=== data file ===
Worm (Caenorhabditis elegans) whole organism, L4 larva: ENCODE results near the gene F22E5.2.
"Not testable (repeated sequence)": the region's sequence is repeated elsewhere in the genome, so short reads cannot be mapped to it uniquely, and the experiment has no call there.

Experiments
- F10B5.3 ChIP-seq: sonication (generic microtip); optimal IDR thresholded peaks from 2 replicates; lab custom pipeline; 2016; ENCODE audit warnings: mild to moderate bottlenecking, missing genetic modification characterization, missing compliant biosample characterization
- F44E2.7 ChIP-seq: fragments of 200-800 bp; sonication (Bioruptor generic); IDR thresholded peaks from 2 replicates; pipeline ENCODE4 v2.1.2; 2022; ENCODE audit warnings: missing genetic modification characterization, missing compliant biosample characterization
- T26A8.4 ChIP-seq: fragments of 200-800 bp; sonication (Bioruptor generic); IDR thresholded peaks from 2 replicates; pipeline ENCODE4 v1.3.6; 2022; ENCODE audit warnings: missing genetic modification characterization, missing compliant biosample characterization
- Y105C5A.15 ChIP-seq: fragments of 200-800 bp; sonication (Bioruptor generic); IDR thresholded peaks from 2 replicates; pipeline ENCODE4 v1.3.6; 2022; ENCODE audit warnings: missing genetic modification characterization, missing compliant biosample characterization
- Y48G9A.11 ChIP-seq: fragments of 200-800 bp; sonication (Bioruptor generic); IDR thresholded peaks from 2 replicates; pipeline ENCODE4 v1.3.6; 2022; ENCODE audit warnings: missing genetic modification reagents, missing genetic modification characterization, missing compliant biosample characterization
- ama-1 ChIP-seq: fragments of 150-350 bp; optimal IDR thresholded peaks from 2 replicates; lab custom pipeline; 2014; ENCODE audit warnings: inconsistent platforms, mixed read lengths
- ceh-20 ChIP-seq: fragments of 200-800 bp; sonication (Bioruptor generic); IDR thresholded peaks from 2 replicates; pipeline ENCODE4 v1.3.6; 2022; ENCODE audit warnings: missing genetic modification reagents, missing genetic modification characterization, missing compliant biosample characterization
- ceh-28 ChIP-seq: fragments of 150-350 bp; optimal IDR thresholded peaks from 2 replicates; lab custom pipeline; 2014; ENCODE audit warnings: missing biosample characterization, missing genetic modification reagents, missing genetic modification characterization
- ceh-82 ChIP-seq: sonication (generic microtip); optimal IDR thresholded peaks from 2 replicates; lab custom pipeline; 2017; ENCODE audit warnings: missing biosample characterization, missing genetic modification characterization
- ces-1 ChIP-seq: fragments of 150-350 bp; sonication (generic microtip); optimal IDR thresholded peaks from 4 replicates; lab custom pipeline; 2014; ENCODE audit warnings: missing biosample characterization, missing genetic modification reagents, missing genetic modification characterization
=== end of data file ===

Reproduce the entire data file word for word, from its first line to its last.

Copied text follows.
Worm (Caenorhabditis elegans) whole organism, L4 larva: ENCODE results near the gene F22E5.2.
"Not testable (repeated sequence)": the region's sequence is repeated elsewhere in the genome, so short reads cannot be mapped to it uniquely, and the experiment has no call there.

Experiments
- F10B5.3 ChIP-seq: sonication (generic microtip); optimal IDR thresholded peaks from 2 replicates; lab custom pipeline; 2016; ENCODE audit warnings: mild to moderate bottlenecking, missing genetic modification characterization, missing compliant biosample characterization
- F44E2.7 ChIP-seq: fragments of 200-800 bp; sonication (Bioruptor generic); IDR thresholded peaks from 2 replicates; pipeline ENCODE4 v2.1.2; 2022; ENCODE audit warnings: missing genetic modification characterization, missing compliant biosample characterization
- T26A8.4 ChIP-seq: fragments of 200-800 bp; sonication (Bioruptor generic); IDR thresholded peaks from 2 replicates; pipeline ENCODE4 v1.3.6; 2022; ENCODE audit warnings: missing genetic modification characterization, missing compliant biosample characterization
- Y105C5A.15 ChIP-seq: fragments of 200-800 bp; sonication (Bioruptor generic); IDR thresholded peaks from 2 replicates; pipeline ENCODE4 v1.3.6; 2022; ENCODE audit warnings: missing genetic modification characterization, missing compliant biosample characterization
- Y48G9A.11 ChIP-seq: fragments of 200-800 bp; sonication (Bioruptor generic); IDR thresholded peaks from 2 replicates; pipeline ENCODE4 v1.3.6; 2022; ENCODE audit warnings: missing genetic modification reagents, missing genetic modification characterization, missing compliant biosample characterization
- ama-1 ChIP-seq: fragments of 150-350 bp; optimal IDR thresholded peaks from 2 replicates; lab custom pipeline; 2014; ENCODE audit warnings: inconsistent platforms, mixed read lengths
- ceh-20 ChIP-seq: fragments of 200-800 bp; sonication (Bioruptor generic); IDR thresholded peaks from 2 replicates; pipeline ENCODE4 v1.3.6; 2022; ENCODE audit warnings: missing genetic modification reagents, missing genetic modification characterization, missing compliant biosample characterization
- ceh-28 ChIP-seq: fragments of 150-350 bp; optimal IDR thresholded peaks from 2 replicates; lab custom pipeline; 2014; ENCODE audit warnings: missing biosample characterization, missing genetic modification reagents, missing genetic modification characterization
- ceh-82 ChIP-seq: sonication (generic microtip); optimal IDR thresholded peaks from 2 replicates; lab custom pipeline; 2017; ENCODE audit warnings: missing biosample characterization, missing genetic modification characterization
- ces-1 ChIP-seq: fragments of 150-350 bp; sonication (generic microtip); optimal IDR thresholded peaks from 4 replicates; lab custom pipeline; 2014; ENCODE audit warnings: missing biosample characterization, missing genetic modification reagents, missing genetic modification characterization